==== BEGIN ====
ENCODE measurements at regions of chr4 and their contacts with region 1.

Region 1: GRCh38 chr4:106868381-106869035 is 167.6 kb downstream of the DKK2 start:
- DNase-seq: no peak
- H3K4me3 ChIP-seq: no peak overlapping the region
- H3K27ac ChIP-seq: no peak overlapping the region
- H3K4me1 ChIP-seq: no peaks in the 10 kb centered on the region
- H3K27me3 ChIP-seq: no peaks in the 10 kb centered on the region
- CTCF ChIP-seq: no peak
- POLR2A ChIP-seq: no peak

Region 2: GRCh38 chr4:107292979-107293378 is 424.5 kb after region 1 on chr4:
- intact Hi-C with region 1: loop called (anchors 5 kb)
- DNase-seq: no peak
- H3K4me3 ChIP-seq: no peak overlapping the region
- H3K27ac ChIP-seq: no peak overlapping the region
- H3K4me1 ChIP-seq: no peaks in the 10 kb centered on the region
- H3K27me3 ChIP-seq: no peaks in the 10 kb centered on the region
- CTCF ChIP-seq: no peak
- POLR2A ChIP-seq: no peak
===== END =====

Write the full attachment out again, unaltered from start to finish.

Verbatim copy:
ENCODE measurements at regions of chr4 and their contacts with region 1.

Region 1: GRCh38 chr4:106868381-106869035 is 167.6 kb downstream of the DKK2 start:
- DNase-seq: no peak
- H3K4me3 ChIP-seq: no peak overlapping the region
- H3K27ac ChIP-seq: no peak overlapping the region
- H3K4me1 ChIP-seq: no peaks in the 10 kb centered on the region
- H3K27me3 ChIP-seq: no peaks in the 10 kb centered on the region
- CTCF ChIP-seq: no peak
- POLR2A ChIP-seq: no peak

Region 2: GRCh38 chr4:107292979-107293378 is 424.5 kb after region 1 on chr4:
- intact Hi-C with region 1: loop called (anchors 5 kb)
- DNase-seq: no peak
- H3K4me3 ChIP-seq: no peak overlapping the region
- H3K27ac ChIP-seq: no peak overlapping the region
- H3K4me1 ChIP-seq: no peaks in the 10 kb centered on the region
- H3K27me3 ChIP-seq: no peaks in the 10 kb centered on the region
- CTCF ChIP-seq: no peak
- POLR2A ChIP-seq: no peak